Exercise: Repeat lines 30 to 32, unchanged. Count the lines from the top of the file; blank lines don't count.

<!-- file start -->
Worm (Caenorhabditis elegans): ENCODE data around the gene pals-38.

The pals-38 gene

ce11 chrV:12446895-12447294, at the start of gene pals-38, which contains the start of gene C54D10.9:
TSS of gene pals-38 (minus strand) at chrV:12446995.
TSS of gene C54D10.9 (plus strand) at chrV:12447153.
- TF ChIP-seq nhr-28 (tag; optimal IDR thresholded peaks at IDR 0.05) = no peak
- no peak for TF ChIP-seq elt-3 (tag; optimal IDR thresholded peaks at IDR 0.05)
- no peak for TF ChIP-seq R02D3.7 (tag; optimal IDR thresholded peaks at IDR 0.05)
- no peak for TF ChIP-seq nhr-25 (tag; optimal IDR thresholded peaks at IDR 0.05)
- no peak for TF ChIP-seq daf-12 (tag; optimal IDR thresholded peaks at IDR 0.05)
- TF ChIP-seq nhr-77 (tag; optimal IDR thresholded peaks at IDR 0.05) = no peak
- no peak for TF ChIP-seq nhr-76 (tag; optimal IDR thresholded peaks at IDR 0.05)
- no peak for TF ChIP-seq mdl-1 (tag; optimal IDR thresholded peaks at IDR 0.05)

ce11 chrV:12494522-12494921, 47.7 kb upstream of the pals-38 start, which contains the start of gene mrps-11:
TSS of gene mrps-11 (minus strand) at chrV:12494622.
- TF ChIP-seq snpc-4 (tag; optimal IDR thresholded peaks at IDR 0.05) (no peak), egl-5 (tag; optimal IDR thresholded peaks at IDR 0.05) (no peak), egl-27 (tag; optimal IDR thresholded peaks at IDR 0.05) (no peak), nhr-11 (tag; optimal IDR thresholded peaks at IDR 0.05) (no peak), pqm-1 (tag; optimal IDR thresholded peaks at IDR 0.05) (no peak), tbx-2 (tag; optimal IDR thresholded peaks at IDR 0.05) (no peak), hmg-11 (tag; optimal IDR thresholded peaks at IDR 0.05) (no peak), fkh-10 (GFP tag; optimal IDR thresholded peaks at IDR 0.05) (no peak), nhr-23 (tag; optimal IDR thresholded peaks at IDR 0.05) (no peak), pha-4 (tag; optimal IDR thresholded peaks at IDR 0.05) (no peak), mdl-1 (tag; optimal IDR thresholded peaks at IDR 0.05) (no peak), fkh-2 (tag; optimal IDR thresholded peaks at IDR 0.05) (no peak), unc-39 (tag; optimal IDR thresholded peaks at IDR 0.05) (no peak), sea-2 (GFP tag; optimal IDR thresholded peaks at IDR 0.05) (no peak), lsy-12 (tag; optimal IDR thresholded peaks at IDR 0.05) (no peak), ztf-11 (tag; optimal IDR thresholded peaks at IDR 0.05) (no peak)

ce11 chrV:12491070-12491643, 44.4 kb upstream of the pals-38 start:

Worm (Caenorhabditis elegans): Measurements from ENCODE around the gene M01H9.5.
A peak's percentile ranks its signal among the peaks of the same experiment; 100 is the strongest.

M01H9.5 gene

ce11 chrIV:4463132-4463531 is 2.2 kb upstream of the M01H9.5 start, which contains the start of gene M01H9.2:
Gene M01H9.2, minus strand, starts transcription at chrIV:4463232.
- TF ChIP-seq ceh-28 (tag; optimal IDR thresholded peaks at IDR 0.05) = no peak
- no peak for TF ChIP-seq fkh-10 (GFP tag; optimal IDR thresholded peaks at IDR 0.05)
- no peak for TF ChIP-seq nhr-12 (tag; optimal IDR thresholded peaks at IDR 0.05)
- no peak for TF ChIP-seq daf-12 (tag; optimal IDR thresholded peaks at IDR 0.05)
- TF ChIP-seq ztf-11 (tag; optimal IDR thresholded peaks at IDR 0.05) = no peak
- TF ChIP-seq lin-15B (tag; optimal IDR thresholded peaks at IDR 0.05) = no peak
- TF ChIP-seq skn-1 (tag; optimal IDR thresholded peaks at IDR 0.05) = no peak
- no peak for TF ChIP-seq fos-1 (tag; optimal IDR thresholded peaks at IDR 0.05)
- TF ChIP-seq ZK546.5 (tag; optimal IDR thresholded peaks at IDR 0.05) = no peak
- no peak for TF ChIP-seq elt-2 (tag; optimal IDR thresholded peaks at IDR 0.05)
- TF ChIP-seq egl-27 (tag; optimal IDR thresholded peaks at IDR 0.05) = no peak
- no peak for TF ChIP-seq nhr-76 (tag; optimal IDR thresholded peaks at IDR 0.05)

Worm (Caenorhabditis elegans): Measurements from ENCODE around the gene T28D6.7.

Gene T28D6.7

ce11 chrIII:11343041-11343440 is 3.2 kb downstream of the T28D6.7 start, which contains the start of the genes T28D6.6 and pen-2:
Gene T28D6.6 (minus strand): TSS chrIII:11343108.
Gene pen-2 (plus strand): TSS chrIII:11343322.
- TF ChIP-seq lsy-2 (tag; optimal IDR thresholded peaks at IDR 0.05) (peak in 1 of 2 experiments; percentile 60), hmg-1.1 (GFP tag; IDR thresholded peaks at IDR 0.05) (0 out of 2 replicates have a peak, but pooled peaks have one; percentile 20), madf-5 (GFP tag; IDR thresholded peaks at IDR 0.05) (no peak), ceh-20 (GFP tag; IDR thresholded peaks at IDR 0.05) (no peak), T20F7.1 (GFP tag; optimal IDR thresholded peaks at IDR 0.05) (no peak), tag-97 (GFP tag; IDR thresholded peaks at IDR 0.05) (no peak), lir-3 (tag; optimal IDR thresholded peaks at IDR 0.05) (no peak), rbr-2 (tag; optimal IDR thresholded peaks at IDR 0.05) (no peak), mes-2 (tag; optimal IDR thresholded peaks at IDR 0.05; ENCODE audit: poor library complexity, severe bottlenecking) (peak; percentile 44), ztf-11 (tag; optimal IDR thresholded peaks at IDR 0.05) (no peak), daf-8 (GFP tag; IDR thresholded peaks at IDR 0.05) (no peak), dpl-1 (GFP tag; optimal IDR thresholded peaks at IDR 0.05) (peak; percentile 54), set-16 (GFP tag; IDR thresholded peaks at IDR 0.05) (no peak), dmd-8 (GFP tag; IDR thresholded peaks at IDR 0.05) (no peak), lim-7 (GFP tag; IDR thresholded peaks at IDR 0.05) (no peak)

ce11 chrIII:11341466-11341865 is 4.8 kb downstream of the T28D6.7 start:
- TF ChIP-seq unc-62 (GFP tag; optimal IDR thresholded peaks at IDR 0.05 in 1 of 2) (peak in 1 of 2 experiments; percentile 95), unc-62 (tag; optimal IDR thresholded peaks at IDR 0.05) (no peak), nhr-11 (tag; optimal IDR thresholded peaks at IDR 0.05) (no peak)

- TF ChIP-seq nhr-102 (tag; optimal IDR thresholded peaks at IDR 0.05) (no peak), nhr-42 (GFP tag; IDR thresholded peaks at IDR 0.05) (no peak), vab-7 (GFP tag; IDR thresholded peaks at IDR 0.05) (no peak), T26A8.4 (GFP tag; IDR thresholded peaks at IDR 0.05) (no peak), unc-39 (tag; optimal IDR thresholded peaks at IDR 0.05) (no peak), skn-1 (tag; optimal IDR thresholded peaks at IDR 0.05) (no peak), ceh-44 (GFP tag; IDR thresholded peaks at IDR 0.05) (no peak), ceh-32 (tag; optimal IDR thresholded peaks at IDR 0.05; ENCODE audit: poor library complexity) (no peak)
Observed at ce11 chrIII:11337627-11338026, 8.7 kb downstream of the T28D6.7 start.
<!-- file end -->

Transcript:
- no peak for TF ChIP-seq fos-1 (tag; optimal IDR thresholded peaks at IDR 0.05)
- TF ChIP-seq ZK546.5 (tag; optimal IDR thresholded peaks at IDR 0.05) = no peak
- no peak for TF ChIP-seq elt-2 (tag; optimal IDR thresholded peaks at IDR 0.05)